Walking the tightrope of Managed Services

I was first introduced to Managed Services in 2010 when I went to work for a local MSP.  Two of the employees were (and still are) very close friends of mine.  One, of which I regard as the main contributor of my technical knowledge.

At that time, I was used to break-fix repair, waiting for customers to call me when something broke.  This type of service can be sporadic and can leave you with no revenue for days or even weeks.  The problem with break-fix repair is that sometimes the end user is not really aware that there is an issue.  Other times, they are reluctant to call for a small problem since they will receive a bill for your services.  Who wants to pay a $60.00 service charge for resetting their browser settings or updating Java?  Instead, customers will allow these minor problem to pile up and manifest into a big problem.  At this point, they are left with an unusable machine and have to stop work and wait, until you have the time to remote in or make an on-site call.

Being introduced to Managed IT Services changed my perspective in regard to IT support.  With the invent of the MSP (Managed Services Provider) platforms and RMM (Remote Monitoring and Management) tools, it made it possible to monitor every aspect of a PC, Workstation, Server, Laptop and eventually mobile devices, including smart phones.  No longer would I be in the dark.  I could now set thresholds on numbers such as (just to name a few):

  • % Memory in use
  • % Hard drive free
  • % CPU resources free
  • CPU Temperature

What’s more, I could also script certain tasks that would otherwise call for me to perform manually.  Before long, it became apparent that many of the preventive maintenance tasks that I used, could be automated AND I could perform tasks on many machines at once, allowing me to multi-task and clear multiple tickets at once.  By doing this, the number of calls or tickets that we dealt with were mainly requests for certain tasks or changes.  Very rarely would we need to repair something that was a result of system resources going unchecked.

Having gained this new-found knowledge, I wanted to be in control of my own MSP.  This came to be, after an unfortunate clash with one of the above mentioned friends, caused me to loose that job.

I quickly went in search of my MSP platform of choice.  I was, of course already familiar with the one that we used in my previous job. However, I wanted to be different.  I didn’t want to ride on the coattails of my previous experience any more than I needed.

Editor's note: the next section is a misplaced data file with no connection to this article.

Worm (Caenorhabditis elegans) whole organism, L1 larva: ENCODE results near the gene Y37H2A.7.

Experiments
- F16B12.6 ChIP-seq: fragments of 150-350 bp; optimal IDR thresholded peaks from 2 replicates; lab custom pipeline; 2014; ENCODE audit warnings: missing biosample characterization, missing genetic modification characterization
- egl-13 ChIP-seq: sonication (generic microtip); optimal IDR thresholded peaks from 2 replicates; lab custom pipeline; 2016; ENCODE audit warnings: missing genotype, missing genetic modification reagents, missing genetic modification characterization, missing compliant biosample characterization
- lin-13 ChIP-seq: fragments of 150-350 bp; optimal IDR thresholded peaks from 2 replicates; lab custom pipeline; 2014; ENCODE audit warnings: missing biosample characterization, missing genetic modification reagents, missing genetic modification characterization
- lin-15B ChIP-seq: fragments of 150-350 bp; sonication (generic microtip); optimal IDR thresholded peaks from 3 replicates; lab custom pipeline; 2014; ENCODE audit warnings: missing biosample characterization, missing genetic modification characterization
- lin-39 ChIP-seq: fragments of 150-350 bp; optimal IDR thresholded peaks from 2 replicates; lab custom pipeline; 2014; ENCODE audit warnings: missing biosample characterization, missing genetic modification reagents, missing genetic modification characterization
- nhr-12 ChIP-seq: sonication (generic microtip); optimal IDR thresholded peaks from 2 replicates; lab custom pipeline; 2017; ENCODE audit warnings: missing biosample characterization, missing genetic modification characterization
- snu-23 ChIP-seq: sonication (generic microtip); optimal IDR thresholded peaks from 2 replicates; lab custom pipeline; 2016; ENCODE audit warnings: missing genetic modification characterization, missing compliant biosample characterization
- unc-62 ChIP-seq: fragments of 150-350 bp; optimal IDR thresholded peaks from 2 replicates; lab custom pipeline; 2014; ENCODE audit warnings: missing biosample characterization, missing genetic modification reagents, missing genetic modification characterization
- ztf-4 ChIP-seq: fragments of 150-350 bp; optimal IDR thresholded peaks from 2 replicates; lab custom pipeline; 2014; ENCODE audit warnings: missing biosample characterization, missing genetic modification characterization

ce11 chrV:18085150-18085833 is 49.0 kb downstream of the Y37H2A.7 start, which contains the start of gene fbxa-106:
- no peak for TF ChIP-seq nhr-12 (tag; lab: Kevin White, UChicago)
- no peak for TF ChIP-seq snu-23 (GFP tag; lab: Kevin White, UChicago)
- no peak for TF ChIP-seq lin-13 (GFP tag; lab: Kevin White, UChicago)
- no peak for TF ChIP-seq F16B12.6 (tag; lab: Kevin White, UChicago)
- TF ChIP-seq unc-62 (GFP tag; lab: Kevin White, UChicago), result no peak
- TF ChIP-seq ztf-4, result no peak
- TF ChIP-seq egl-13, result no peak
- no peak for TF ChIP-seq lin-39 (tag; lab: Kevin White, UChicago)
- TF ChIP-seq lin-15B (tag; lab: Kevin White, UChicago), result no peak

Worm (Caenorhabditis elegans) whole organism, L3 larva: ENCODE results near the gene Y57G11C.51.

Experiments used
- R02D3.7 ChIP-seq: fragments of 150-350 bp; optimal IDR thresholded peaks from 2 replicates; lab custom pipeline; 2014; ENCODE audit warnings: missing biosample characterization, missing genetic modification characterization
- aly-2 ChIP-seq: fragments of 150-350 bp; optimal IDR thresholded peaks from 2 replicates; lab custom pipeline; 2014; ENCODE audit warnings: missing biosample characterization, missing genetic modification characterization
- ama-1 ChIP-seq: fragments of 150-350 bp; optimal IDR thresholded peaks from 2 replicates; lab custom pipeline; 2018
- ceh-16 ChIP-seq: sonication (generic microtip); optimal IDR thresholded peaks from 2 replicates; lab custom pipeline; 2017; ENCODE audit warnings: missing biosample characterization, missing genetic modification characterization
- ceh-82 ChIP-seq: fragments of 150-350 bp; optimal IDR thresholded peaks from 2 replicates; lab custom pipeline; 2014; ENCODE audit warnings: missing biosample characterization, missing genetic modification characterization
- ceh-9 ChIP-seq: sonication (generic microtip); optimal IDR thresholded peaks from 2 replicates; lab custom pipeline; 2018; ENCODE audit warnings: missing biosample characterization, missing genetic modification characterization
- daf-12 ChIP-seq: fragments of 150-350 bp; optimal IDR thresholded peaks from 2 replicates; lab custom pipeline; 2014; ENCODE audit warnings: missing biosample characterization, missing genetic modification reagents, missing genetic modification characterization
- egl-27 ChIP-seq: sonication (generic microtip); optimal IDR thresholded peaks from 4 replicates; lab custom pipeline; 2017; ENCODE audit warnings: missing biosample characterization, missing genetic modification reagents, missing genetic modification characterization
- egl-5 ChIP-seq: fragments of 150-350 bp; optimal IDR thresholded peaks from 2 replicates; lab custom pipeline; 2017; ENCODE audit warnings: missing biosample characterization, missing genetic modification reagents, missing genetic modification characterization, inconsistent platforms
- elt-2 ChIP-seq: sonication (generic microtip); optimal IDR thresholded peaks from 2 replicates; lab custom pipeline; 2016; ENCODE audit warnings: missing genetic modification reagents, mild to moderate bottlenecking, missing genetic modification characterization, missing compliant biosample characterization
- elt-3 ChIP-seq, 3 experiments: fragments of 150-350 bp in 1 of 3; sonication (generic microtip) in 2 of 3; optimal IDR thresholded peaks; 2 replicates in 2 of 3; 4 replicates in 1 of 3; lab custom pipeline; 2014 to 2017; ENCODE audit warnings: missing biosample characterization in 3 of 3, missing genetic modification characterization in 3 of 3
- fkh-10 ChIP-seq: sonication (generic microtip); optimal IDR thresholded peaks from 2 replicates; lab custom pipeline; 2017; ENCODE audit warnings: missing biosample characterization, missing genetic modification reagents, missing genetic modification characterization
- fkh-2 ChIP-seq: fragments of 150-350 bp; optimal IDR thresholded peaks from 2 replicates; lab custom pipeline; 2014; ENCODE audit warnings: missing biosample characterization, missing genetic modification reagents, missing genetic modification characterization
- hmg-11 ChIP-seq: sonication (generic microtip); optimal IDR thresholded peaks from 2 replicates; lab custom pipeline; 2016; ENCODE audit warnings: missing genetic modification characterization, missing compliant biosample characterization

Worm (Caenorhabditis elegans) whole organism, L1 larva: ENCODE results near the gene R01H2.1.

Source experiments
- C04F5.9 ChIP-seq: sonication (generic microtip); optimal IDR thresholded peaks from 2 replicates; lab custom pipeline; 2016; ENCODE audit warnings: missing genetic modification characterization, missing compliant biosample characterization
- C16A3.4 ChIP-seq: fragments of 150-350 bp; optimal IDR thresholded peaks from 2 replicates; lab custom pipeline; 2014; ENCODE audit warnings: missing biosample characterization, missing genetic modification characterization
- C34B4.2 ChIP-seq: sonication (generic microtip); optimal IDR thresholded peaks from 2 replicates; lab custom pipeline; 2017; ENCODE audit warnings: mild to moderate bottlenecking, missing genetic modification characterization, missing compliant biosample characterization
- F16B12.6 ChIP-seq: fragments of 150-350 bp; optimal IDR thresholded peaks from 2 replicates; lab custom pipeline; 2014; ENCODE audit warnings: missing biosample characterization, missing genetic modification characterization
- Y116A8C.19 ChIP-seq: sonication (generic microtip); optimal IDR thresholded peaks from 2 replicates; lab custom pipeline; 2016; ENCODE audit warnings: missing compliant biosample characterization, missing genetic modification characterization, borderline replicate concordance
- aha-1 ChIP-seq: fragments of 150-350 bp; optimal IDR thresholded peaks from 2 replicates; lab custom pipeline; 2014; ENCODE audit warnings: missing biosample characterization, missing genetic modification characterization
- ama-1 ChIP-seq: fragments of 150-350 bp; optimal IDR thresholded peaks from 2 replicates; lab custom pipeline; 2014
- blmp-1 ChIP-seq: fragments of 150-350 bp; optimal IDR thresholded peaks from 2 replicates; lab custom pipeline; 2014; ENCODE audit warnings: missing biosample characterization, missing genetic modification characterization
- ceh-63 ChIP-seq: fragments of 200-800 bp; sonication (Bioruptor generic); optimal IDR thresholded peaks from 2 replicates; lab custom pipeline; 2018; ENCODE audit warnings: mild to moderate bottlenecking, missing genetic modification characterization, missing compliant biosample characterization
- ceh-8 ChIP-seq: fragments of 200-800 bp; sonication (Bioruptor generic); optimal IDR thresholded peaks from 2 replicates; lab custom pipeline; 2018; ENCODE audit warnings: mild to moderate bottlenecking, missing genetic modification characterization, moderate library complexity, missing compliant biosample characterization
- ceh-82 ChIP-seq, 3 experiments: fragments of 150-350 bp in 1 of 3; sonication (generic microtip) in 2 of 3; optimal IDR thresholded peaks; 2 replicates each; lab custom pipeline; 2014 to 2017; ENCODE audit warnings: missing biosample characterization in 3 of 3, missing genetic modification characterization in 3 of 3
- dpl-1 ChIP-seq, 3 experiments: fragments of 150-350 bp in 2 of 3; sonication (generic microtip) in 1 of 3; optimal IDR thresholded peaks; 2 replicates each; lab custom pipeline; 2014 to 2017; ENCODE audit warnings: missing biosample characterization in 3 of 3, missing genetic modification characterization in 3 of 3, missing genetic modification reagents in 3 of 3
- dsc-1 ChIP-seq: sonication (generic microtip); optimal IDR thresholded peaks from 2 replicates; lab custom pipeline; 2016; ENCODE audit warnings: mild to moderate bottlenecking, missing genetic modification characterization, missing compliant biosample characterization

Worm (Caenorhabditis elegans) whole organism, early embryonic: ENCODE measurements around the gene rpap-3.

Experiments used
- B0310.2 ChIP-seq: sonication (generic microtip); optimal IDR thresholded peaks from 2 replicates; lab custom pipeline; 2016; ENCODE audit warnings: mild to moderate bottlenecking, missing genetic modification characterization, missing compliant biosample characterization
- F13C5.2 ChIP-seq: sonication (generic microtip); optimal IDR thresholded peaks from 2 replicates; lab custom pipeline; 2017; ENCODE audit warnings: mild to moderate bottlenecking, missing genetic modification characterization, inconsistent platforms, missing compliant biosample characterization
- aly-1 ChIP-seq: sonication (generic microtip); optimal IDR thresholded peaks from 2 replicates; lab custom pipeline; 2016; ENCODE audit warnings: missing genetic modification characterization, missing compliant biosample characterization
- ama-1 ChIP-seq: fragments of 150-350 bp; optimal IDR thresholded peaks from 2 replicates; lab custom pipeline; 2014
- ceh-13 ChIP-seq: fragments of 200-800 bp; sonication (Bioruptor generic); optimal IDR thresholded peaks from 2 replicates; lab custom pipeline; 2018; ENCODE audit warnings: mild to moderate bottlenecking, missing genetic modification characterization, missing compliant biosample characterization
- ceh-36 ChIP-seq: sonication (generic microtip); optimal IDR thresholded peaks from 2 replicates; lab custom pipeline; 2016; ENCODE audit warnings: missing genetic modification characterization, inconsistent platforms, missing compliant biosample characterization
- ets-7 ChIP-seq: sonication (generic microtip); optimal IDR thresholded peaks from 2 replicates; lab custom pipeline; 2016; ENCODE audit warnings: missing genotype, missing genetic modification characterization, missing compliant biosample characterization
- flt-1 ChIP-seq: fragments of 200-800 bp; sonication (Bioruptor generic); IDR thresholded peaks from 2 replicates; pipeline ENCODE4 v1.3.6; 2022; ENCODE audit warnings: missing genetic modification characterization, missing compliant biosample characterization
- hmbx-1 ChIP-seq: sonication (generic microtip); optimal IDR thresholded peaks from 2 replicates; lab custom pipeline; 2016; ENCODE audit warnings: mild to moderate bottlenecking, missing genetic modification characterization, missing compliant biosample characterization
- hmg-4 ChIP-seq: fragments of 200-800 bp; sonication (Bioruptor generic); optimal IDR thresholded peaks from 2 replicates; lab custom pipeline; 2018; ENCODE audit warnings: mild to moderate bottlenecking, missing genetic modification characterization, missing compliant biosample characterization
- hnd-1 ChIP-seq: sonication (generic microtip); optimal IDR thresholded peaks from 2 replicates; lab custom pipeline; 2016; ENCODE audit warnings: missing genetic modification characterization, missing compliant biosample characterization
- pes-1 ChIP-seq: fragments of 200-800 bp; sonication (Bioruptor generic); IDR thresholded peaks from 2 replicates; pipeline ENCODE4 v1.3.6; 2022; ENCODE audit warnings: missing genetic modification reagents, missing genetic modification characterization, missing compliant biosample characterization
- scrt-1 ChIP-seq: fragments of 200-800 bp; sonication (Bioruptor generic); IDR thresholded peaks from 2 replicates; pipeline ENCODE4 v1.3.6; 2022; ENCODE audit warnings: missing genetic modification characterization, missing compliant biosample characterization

After lots of searching and lots of trials, I finally settled on a brand/product.  I was now ready to take on customers.

I quickly found out a couple of things:  I am not a salesman and businesses can rarely afford the support that they need.

Each and every business that I encountered had ZERO preventive maintenance and needed these services in a bad way.  However, overcoming the hurdle of convincing them that an ounce of prevention is worth a pound of cure was difficult.  Also, I found that the smaller businesses were easier to land as clients than the bigger ones.  The cost per device quickly added up and prospective clients were quoted with monthly bills that would be hundreds of dollars; an expense that was simply not budgeted for.

I was quickly faced with the dilemma of knowing what the customers needed and not being able to provide it to them due to cost.  As a result, here I sat, paying for licenses to software that was not being used and having at my fingertips, the ability to form a powerful, well-respected IT firm, yet still grasping at straws as far as building a customer base.

In the IT world, we techies are always in search of the best, fastest and newest technology.  We generally have a better understanding of what users need than they ever will.  However, lack of knowledge, care and/or funds on the user’s part, sometimes forces us to revert to older, less efficient ways of delivering our service.

I would love to be able to end this post with an epiphany or some type of solution I found to overcome this, however I am frustrated to say that I have yet to find such.

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